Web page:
We were to leave the territory and never come back.  But that didn’t sit well with Outlaw Apollo, and I was determined to rescue Aran.  Bisket lead us back to their camp where Chelsea and Reyah were counting the kibble.  We went in tennis balls flying, frisbee throwing, kong filled peanut butter tossing attack on our enemies.  They could not resist the treats and ran off leaving the kibble unguarded. We had just finished filling our saddle bags with kibble when Chelsea returned and said we could give the kibble back to them or watch Aran, who had been desperately trying to signal us she was locked inside and needed to pee, do the biggest doggy sin, dribble indoors.  Aran would never live it down.

By this time Reyah and the rest of her gang had returned.  There was some snarling going on, and I thought there could be a real dogfight.  As a judge, I needed to do something. “Why don’t we all just eat the kibble, enjoy it, and go home?” I asked.  Apollo, Chelsea, and Reyah thought about it and agreed, and then we cut the kibble bags open to great cheering.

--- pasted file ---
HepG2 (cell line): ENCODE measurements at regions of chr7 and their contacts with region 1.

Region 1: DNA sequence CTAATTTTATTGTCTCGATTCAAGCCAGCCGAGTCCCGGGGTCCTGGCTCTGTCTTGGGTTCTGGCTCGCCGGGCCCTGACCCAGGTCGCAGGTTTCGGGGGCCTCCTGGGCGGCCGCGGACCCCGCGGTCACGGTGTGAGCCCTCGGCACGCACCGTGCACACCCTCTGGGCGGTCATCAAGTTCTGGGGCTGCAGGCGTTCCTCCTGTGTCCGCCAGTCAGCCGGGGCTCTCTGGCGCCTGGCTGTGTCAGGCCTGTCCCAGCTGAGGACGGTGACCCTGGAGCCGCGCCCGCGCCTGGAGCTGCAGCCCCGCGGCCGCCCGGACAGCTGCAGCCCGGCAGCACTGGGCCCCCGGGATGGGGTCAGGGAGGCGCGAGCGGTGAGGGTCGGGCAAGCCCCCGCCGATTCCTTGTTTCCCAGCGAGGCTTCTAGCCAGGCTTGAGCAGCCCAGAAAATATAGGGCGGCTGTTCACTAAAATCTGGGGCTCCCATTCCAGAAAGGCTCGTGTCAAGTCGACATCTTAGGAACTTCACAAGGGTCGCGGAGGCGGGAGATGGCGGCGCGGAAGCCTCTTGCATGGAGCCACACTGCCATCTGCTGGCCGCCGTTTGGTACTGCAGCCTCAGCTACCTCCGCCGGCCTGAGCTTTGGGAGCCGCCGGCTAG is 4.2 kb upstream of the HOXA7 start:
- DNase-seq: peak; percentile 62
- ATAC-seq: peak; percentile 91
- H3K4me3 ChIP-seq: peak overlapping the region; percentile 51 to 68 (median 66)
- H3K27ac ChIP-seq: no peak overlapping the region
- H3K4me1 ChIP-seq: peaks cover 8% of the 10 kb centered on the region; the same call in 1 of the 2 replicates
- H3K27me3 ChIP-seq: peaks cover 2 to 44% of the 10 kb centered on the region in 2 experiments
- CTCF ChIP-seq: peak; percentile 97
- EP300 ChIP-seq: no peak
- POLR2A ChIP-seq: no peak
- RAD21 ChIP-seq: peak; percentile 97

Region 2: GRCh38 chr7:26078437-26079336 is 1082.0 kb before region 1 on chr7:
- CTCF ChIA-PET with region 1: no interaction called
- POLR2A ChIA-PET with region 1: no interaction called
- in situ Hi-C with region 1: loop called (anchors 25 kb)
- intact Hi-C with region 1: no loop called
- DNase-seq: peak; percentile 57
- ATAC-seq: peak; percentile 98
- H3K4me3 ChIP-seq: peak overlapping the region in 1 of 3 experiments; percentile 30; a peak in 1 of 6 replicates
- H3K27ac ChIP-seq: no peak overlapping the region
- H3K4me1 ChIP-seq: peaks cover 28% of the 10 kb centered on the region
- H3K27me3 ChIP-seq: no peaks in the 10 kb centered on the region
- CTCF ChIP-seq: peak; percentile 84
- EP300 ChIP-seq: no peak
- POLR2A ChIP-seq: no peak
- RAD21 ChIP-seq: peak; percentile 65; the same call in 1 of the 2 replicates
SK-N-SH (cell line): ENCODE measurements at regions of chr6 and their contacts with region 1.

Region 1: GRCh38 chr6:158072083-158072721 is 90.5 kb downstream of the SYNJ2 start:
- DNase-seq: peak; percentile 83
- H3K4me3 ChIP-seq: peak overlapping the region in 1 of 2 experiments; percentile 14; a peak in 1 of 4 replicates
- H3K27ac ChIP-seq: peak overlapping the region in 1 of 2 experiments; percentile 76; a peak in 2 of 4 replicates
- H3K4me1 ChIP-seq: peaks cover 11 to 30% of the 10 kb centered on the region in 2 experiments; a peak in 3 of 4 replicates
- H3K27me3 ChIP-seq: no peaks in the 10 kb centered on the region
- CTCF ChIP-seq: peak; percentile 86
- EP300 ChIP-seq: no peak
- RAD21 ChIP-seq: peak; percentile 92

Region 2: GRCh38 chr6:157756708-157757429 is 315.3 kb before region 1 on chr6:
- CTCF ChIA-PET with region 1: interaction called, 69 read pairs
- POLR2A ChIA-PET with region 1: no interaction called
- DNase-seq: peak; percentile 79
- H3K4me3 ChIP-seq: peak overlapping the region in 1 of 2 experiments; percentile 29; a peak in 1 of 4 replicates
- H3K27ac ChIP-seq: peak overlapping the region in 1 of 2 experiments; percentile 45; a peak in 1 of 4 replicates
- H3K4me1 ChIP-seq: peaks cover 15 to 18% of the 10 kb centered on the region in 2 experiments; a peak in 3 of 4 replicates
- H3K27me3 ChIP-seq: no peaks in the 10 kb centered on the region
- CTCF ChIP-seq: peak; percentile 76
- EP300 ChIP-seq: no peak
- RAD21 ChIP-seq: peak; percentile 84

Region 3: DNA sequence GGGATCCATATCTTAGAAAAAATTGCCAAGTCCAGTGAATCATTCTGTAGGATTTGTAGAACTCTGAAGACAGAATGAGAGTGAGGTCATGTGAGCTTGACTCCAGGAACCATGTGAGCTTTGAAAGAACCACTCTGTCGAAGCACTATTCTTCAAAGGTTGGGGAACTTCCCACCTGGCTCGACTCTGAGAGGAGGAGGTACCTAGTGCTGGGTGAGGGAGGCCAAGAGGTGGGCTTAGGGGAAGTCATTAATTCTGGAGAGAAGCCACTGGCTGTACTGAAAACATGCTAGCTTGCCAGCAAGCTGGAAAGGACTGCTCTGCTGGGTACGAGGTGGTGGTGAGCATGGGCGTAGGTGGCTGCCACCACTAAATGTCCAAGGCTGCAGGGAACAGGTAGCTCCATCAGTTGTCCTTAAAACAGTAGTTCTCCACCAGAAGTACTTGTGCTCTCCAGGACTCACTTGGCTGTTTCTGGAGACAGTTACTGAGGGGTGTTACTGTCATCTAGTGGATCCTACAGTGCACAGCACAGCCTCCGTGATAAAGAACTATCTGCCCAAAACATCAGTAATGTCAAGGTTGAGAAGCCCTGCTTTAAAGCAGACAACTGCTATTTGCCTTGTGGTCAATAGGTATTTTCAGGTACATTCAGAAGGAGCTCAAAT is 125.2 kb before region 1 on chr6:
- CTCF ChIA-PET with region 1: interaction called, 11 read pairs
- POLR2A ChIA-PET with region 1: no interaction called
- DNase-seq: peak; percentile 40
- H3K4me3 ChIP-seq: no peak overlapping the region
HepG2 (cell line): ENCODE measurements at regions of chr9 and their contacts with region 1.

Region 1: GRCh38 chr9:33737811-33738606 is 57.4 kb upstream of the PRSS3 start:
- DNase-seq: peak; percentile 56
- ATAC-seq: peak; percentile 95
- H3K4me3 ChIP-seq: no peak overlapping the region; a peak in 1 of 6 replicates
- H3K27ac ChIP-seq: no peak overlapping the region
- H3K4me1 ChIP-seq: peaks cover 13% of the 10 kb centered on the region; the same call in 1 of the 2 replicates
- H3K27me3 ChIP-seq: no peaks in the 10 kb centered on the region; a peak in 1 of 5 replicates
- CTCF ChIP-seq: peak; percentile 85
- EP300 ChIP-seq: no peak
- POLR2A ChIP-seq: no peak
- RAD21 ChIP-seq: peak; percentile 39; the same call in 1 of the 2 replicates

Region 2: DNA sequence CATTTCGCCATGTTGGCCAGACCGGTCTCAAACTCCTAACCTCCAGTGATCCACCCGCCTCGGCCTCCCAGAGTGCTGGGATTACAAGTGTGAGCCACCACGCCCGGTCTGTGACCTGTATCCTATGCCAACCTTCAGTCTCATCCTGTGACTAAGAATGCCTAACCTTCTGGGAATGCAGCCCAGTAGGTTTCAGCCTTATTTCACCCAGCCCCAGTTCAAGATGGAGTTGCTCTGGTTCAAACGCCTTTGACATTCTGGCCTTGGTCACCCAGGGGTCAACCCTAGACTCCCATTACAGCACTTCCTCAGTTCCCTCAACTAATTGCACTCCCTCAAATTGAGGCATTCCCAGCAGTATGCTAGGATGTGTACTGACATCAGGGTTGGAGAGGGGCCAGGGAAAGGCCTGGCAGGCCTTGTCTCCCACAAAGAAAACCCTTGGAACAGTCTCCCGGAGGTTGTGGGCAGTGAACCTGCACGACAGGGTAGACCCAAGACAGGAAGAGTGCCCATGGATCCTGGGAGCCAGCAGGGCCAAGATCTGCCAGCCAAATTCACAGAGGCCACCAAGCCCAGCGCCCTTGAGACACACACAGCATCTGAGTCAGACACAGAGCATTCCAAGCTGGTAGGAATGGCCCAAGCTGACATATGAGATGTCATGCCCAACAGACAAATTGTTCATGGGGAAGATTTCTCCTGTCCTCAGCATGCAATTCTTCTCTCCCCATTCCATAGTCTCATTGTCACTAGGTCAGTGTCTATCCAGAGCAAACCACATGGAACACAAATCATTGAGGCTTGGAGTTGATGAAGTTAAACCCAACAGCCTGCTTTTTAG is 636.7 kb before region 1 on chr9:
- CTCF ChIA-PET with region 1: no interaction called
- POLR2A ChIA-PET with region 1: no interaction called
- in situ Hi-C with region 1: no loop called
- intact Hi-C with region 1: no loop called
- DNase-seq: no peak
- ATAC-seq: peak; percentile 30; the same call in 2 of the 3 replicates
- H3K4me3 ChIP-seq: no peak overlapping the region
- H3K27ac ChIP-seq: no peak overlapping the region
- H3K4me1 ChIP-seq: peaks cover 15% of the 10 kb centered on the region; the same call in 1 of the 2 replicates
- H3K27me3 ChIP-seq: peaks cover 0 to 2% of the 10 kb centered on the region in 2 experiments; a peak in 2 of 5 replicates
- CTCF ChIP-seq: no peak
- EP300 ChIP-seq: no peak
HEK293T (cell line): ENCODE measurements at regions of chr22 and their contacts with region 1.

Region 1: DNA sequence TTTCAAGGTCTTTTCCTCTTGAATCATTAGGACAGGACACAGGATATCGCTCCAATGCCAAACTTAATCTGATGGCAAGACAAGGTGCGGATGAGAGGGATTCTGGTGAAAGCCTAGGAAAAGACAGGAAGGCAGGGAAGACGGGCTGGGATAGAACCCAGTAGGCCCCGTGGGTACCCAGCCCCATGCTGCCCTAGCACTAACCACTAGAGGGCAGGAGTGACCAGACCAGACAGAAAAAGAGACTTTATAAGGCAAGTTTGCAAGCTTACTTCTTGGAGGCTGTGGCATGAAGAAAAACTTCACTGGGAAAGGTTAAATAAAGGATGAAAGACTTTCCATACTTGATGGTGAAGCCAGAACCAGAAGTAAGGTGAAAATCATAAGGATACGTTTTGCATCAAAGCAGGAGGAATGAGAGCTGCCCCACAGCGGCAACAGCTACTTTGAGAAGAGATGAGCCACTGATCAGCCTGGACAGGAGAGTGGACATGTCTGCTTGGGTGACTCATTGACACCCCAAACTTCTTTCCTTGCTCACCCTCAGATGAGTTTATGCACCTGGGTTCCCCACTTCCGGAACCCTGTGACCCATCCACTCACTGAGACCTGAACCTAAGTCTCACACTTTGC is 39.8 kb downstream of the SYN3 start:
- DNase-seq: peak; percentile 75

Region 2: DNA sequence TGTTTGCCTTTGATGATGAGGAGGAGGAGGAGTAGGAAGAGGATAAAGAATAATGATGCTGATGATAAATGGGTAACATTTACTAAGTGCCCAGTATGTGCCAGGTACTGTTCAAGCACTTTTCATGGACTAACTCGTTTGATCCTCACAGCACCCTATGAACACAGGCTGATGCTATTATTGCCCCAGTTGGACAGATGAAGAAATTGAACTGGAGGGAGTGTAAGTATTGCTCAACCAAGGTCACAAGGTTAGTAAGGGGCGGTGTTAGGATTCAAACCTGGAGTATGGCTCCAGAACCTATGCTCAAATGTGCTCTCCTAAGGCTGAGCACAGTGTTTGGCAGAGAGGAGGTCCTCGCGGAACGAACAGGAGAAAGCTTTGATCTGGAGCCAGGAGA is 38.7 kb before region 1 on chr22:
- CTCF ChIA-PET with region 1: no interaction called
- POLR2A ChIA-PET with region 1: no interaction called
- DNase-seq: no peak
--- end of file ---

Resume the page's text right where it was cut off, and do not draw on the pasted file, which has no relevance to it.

I got the house key from Reyah and set Aran free. She took a five-minute pee.  Then we ate, played with the tennis balls, and the frisbees, drank lots of water and had a grand time until it was all gone.  Just then one of the Big Guy’s Wolves rode up and asked us if we knew what happened to the kibble. I said we had been on the trail of some coyotes who stole it.  I could tell he didn't believe us, but he had no proof. I know the Big Guys are supposed to be all knowing and all seeing but they miss a lot. The Big Guy’s Wolf told us to get back where we belonged, and we all rode into the sunset.


I looked back.  The Big Guy Wolf picked up a lone kibble and stared at us.  I knew what they meant. If this blog makes enough money, it’s sequel time!

Thursday, June 14, 2018

We Have Cats!


Last week Mommy went to  the dentist, so we got left home with our Dad, which usually makes us very nervous, because he is our play parent, not our feeding parent, and the possibility that we would waste away while he endlessly threw a ball for us after Mommy didn’t come home was concerning.